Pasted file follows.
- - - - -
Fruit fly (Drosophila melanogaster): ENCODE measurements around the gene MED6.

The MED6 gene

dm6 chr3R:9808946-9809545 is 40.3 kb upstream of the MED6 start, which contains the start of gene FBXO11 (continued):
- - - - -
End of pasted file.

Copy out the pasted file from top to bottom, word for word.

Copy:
Fruit fly (Drosophila melanogaster): ENCODE measurements around the gene MED6.

The MED6 gene

dm6 chr3R:9808946-9809545 is 40.3 kb upstream of the MED6 start, which contains the start of gene FBXO11 (continued):